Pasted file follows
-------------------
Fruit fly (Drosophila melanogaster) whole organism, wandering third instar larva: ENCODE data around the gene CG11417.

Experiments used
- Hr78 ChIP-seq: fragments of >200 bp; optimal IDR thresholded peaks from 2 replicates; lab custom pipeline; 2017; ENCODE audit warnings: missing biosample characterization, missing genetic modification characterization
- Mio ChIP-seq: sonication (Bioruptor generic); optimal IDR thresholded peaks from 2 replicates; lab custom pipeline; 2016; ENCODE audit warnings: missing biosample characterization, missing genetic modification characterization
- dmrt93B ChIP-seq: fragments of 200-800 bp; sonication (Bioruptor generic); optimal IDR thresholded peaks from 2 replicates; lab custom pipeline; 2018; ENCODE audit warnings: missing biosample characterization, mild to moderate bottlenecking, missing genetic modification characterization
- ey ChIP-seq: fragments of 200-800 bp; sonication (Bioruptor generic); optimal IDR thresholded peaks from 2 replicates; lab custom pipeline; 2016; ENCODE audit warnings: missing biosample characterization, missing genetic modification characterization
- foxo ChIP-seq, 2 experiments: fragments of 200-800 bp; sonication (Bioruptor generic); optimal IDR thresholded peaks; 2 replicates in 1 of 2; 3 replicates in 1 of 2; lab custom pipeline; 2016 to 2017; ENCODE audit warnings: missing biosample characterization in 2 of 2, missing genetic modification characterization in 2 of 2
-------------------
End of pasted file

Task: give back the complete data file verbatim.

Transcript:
Fruit fly (Drosophila melanogaster) whole organism, wandering third instar larva: ENCODE data around the gene CG11417.

Experiments used
- Hr78 ChIP-seq: fragments of >200 bp; optimal IDR thresholded peaks from 2 replicates; lab custom pipeline; 2017; ENCODE audit warnings: missing biosample characterization, missing genetic modification characterization
- Mio ChIP-seq: sonication (Bioruptor generic); optimal IDR thresholded peaks from 2 replicates; lab custom pipeline; 2016; ENCODE audit warnings: missing biosample characterization, missing genetic modification characterization
- dmrt93B ChIP-seq: fragments of 200-800 bp; sonication (Bioruptor generic); optimal IDR thresholded peaks from 2 replicates; lab custom pipeline; 2018; ENCODE audit warnings: missing biosample characterization, mild to moderate bottlenecking, missing genetic modification characterization
- ey ChIP-seq: fragments of 200-800 bp; sonication (Bioruptor generic); optimal IDR thresholded peaks from 2 replicates; lab custom pipeline; 2016; ENCODE audit warnings: missing biosample characterization, missing genetic modification characterization
- foxo ChIP-seq, 2 experiments: fragments of 200-800 bp; sonication (Bioruptor generic); optimal IDR thresholded peaks; 2 replicates in 1 of 2; 3 replicates in 1 of 2; lab custom pipeline; 2016 to 2017; ENCODE audit warnings: missing biosample characterization in 2 of 2, missing genetic modification characterization in 2 of 2